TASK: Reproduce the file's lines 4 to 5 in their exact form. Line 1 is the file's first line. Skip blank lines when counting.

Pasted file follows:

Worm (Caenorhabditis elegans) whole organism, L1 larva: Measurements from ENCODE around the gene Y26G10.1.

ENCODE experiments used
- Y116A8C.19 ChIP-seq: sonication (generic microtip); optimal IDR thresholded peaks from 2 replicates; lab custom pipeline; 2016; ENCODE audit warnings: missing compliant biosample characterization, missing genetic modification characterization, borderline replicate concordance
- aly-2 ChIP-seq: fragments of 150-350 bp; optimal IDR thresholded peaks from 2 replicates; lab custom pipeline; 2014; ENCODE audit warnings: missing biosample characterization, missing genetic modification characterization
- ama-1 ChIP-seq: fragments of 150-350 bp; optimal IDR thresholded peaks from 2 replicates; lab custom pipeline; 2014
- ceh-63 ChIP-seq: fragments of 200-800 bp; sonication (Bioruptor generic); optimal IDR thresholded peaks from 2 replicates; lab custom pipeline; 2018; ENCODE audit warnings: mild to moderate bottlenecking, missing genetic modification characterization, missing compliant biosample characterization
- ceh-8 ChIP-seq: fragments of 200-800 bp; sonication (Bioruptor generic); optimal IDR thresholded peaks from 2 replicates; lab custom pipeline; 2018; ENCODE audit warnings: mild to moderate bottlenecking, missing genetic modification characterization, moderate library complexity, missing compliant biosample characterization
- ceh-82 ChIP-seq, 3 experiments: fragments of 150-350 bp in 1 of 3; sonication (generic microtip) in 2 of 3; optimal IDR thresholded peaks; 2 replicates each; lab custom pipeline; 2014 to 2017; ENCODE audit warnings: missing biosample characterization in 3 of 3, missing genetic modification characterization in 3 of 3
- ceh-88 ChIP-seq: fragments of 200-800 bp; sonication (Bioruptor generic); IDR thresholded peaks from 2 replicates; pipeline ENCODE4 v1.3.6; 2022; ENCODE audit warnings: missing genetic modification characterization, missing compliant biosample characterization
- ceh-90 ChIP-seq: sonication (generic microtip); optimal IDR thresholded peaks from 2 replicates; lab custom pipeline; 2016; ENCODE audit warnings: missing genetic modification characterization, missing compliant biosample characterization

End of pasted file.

- aly-2 ChIP-seq: fragments of 150-350 bp; optimal IDR thresholded peaks from 2 replicates; lab custom pipeline; 2014; ENCODE audit warnings: missing biosample characterization, missing genetic modification characterization
- ama-1 ChIP-seq: fragments of 150-350 bp; optimal IDR thresholded peaks from 2 replicates; lab custom pipeline; 2014